For example along the historic canals of Amsterdam, the famous leaning Dutch houses of the canals have historic significance. The colors of the houses are a part of the story, and therefore a part of their history. And generally speaking, in most of our historic residential neighborhoods, paint color is not a historical marker.
Pickard: Well it’s not just that. When the historic districts were formed you had to get as many people on board as possible. So what is one thing people will give in on? They’ll say “well you’re going to make me keep my historic windows, but don’t make me paint certain colors. You know, I need to be able to have that freedom.”
Q: I would also argue and appeal for the original brick for its raw beauty. I myself love brick.
Pickard: Yes. The other the other thing with painting brick – a lot of times you’re covering up the character the wall. Brick is not a monochromatic color. It’s not meant to be. The mortar is another color, or has been uniquely picked to match. I mean, the design of that wall, the original intent in its design was never meant to be monochromatic.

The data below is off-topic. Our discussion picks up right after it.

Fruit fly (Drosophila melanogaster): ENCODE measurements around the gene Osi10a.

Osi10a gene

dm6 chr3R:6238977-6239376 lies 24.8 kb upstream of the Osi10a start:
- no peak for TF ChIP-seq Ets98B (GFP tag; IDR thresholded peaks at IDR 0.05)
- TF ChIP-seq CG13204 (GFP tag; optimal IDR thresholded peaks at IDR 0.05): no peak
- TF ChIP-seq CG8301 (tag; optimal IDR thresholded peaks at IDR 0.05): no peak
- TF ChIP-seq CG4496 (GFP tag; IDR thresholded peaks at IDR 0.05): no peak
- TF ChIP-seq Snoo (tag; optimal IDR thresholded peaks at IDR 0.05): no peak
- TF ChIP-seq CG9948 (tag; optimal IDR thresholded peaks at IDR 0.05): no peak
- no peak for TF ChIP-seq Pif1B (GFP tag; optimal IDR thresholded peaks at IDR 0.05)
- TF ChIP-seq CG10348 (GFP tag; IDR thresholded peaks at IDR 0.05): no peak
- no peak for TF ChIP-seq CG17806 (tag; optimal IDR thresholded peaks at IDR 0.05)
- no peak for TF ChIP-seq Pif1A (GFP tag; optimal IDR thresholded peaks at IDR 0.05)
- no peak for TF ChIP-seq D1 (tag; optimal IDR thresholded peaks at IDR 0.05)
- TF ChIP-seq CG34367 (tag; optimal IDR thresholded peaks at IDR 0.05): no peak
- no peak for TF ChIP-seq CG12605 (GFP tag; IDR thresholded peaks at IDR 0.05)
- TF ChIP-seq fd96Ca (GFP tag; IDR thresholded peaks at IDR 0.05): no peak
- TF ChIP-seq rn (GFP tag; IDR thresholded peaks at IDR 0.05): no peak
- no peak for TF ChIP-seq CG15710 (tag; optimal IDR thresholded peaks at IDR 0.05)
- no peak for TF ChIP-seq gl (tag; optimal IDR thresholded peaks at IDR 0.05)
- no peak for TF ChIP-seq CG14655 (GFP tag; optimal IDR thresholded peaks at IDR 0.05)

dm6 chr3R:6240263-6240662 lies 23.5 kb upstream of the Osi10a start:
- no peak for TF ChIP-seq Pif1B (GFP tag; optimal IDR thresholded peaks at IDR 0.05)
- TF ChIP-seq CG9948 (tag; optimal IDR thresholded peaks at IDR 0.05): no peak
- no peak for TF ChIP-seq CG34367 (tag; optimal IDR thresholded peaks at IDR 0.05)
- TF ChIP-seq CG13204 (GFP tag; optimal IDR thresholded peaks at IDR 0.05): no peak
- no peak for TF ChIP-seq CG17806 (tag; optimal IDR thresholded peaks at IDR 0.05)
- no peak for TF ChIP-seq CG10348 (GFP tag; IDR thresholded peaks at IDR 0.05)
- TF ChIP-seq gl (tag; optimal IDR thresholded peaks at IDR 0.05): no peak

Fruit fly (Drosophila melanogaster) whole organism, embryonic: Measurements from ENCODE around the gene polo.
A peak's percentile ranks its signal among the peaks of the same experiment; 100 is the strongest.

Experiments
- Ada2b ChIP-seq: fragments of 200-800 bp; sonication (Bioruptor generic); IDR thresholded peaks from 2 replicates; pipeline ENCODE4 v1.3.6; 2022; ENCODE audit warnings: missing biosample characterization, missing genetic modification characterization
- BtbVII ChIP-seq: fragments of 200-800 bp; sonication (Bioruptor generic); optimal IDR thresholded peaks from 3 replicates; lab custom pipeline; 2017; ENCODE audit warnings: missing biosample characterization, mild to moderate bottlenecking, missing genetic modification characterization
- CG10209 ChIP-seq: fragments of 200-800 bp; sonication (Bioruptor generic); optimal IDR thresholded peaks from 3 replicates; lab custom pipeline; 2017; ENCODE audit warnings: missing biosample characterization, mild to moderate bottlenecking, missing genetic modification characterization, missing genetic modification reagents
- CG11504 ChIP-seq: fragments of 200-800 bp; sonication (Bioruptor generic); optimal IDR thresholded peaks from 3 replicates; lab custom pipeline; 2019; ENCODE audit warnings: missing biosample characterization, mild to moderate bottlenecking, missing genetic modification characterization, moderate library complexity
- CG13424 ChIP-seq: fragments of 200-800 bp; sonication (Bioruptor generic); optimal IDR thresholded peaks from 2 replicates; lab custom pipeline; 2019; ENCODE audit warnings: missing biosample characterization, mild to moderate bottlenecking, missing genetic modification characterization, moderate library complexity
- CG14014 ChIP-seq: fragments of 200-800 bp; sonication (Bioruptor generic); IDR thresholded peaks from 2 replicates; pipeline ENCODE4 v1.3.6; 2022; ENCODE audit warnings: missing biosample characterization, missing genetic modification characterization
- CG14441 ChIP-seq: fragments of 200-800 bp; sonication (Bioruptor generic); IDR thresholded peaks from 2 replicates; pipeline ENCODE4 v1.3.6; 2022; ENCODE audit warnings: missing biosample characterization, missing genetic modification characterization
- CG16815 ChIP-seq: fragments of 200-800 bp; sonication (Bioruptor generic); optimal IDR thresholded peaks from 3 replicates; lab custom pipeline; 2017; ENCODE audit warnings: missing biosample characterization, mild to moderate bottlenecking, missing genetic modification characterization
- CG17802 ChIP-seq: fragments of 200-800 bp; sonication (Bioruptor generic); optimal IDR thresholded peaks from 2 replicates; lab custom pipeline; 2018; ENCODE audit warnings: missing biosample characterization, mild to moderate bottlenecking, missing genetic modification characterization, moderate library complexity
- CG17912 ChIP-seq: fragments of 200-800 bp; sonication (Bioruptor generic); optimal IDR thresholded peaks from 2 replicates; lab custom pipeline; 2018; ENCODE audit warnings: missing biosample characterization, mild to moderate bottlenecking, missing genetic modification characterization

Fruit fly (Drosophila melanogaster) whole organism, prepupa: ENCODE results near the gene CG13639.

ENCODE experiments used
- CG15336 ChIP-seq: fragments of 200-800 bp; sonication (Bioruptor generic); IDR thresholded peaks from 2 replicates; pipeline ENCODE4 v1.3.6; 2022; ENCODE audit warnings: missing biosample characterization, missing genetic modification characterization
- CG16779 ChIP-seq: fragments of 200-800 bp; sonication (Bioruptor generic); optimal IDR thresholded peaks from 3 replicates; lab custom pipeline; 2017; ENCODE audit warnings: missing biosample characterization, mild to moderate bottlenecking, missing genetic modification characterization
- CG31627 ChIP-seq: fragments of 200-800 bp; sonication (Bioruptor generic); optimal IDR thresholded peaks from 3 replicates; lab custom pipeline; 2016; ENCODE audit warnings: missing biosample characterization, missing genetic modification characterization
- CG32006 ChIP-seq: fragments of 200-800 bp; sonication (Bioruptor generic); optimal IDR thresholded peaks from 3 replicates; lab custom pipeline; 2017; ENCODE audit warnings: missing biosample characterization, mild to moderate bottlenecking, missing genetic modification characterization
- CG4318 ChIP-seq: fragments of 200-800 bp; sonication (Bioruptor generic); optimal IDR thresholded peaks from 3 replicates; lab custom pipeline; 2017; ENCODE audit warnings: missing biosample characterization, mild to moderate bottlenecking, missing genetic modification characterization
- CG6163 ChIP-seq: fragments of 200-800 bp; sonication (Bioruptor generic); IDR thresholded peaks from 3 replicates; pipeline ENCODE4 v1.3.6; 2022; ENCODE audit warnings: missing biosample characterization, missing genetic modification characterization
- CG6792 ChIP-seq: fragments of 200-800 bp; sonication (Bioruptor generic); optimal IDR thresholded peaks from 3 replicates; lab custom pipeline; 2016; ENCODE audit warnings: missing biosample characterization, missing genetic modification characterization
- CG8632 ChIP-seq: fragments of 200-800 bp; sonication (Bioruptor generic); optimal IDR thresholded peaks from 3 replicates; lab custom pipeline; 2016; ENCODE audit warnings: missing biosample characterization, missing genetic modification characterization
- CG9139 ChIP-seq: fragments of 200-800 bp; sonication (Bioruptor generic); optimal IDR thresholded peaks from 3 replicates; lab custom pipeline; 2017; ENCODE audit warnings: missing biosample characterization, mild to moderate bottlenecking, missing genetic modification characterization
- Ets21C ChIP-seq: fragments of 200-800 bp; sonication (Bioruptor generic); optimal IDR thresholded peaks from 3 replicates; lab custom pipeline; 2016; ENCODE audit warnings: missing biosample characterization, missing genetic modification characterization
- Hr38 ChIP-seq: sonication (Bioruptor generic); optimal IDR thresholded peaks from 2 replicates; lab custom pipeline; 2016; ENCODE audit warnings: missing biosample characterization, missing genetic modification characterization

Some think because the brick is a little discolored it looks bad. But more than likely they’re looking at a bad brick job, and what you see is mortar that wasn’t put in properly, which makes it look worse than the actual bricks. It’s actually cheaper to go in and tuckpoint and put the real the right color matching mortar in there.
Q: Seems like what we’re talking about is not simply ‘why can’t I paint my own house?’ but the overall intent of historic guidelines. I mean, these are historically significant neighborhoods, and original materials are obviously a huge part of them.
Pickard: Right. Often you have stone mixed in, or other colors of brick for detail work. It’s what we very often see in Memphis and Midtown, like up in Vollintine-Evergreen, and some of these Craftsman Homes that have incredible stone and multicolored bricks that were meant to be a part of that original design. When they’re covered up by paint, it bothers me more than anything.
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Cover image from Five Reasons Why You’ll Regret Painting Your Brick House.
For more on proper tuck pointing and gentle cleaning, consult the briefs at the National Park Service’s tips on historic restoration: https://www.nps.gov/tps/how-to-preserve/briefs/6-dangers-abrasive-cleaning.htm.
More on tuck pointing a historic home can be found here at Bob Vila’s home advice site.